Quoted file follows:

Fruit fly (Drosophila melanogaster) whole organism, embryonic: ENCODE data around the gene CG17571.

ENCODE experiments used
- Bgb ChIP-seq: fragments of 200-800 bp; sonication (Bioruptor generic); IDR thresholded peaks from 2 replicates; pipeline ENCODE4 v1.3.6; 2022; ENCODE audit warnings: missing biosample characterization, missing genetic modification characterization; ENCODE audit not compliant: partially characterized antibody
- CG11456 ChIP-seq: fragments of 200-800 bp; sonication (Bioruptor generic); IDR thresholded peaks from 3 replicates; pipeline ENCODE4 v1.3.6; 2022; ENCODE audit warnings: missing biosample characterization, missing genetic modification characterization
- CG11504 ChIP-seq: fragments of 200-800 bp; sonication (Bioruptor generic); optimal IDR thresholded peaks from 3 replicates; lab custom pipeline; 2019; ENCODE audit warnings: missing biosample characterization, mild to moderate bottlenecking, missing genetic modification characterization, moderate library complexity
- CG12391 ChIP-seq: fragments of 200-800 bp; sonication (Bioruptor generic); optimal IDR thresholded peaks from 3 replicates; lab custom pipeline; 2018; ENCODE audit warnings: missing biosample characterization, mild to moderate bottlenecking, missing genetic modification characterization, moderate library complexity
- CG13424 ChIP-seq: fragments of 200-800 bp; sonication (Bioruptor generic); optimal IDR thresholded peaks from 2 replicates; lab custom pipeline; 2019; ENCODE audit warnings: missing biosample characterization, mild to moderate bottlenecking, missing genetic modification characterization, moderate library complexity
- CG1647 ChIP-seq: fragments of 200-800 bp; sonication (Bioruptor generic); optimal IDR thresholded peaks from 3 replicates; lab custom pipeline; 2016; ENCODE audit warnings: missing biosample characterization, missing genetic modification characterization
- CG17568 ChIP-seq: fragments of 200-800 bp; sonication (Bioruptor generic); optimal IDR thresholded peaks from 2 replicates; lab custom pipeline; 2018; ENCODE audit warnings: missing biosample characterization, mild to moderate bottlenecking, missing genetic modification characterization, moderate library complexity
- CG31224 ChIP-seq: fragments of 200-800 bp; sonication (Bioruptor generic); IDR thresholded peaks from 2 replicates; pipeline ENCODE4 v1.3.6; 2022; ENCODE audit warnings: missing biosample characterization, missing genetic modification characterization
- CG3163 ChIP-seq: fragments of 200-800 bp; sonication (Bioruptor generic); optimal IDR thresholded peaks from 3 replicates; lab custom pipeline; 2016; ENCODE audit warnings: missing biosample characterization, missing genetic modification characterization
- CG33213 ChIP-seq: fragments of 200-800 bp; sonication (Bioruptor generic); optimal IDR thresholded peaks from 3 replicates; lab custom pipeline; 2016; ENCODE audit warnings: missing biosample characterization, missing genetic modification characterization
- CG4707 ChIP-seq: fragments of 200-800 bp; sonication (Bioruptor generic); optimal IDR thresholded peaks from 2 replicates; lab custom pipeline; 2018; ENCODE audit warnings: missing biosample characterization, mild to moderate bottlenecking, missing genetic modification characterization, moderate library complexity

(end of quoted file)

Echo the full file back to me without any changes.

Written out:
Fruit fly (Drosophila melanogaster) whole organism, embryonic: ENCODE data around the gene CG17571.

ENCODE experiments used
- Bgb ChIP-seq: fragments of 200-800 bp; sonication (Bioruptor generic); IDR thresholded peaks from 2 replicates; pipeline ENCODE4 v1.3.6; 2022; ENCODE audit warnings: missing biosample characterization, missing genetic modification characterization; ENCODE audit not compliant: partially characterized antibody
- CG11456 ChIP-seq: fragments of 200-800 bp; sonication (Bioruptor generic); IDR thresholded peaks from 3 replicates; pipeline ENCODE4 v1.3.6; 2022; ENCODE audit warnings: missing biosample characterization, missing genetic modification characterization
- CG11504 ChIP-seq: fragments of 200-800 bp; sonication (Bioruptor generic); optimal IDR thresholded peaks from 3 replicates; lab custom pipeline; 2019; ENCODE audit warnings: missing biosample characterization, mild to moderate bottlenecking, missing genetic modification characterization, moderate library complexity
- CG12391 ChIP-seq: fragments of 200-800 bp; sonication (Bioruptor generic); optimal IDR thresholded peaks from 3 replicates; lab custom pipeline; 2018; ENCODE audit warnings: missing biosample characterization, mild to moderate bottlenecking, missing genetic modification characterization, moderate library complexity
- CG13424 ChIP-seq: fragments of 200-800 bp; sonication (Bioruptor generic); optimal IDR thresholded peaks from 2 replicates; lab custom pipeline; 2019; ENCODE audit warnings: missing biosample characterization, mild to moderate bottlenecking, missing genetic modification characterization, moderate library complexity
- CG1647 ChIP-seq: fragments of 200-800 bp; sonication (Bioruptor generic); optimal IDR thresholded peaks from 3 replicates; lab custom pipeline; 2016; ENCODE audit warnings: missing biosample characterization, missing genetic modification characterization
- CG17568 ChIP-seq: fragments of 200-800 bp; sonication (Bioruptor generic); optimal IDR thresholded peaks from 2 replicates; lab custom pipeline; 2018; ENCODE audit warnings: missing biosample characterization, mild to moderate bottlenecking, missing genetic modification characterization, moderate library complexity
- CG31224 ChIP-seq: fragments of 200-800 bp; sonication (Bioruptor generic); IDR thresholded peaks from 2 replicates; pipeline ENCODE4 v1.3.6; 2022; ENCODE audit warnings: missing biosample characterization, missing genetic modification characterization
- CG3163 ChIP-seq: fragments of 200-800 bp; sonication (Bioruptor generic); optimal IDR thresholded peaks from 3 replicates; lab custom pipeline; 2016; ENCODE audit warnings: missing biosample characterization, missing genetic modification characterization
- CG33213 ChIP-seq: fragments of 200-800 bp; sonication (Bioruptor generic); optimal IDR thresholded peaks from 3 replicates; lab custom pipeline; 2016; ENCODE audit warnings: missing biosample characterization, missing genetic modification characterization
- CG4707 ChIP-seq: fragments of 200-800 bp; sonication (Bioruptor generic); optimal IDR thresholded peaks from 2 replicates; lab custom pipeline; 2018; ENCODE audit warnings: missing biosample characterization, mild to moderate bottlenecking, missing genetic modification characterization, moderate library complexity